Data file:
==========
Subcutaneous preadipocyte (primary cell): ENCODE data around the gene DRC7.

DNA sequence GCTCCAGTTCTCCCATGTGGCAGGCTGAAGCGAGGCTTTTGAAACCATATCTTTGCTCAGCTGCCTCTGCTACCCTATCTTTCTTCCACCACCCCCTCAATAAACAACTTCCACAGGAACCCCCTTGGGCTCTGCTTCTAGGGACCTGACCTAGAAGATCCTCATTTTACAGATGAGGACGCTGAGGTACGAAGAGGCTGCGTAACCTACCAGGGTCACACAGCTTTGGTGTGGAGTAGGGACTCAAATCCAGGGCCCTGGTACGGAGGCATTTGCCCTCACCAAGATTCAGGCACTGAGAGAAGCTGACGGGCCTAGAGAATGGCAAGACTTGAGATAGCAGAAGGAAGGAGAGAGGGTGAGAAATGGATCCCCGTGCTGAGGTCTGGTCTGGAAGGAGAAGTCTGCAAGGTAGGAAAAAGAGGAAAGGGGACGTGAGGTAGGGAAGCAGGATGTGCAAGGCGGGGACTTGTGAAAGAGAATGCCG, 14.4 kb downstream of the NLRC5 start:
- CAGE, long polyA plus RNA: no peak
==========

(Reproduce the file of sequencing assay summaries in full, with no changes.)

Subcutaneous preadipocyte (primary cell): ENCODE data around the gene DRC7.

DNA sequence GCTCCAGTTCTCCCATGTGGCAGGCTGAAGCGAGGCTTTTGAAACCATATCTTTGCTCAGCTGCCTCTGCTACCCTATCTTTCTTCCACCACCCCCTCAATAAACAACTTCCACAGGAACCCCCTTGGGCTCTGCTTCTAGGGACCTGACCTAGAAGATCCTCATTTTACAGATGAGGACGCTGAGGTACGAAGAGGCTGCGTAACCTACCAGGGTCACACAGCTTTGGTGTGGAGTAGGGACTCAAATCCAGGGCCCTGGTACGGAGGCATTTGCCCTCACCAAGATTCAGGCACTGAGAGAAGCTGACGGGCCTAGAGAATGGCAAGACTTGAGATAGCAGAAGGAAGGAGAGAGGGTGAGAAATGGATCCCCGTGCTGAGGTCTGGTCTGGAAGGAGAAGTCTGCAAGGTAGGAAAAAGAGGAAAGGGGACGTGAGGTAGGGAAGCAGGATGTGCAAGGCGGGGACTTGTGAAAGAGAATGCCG, 14.4 kb downstream of the NLRC5 start:
- CAGE, long polyA plus RNA: no peak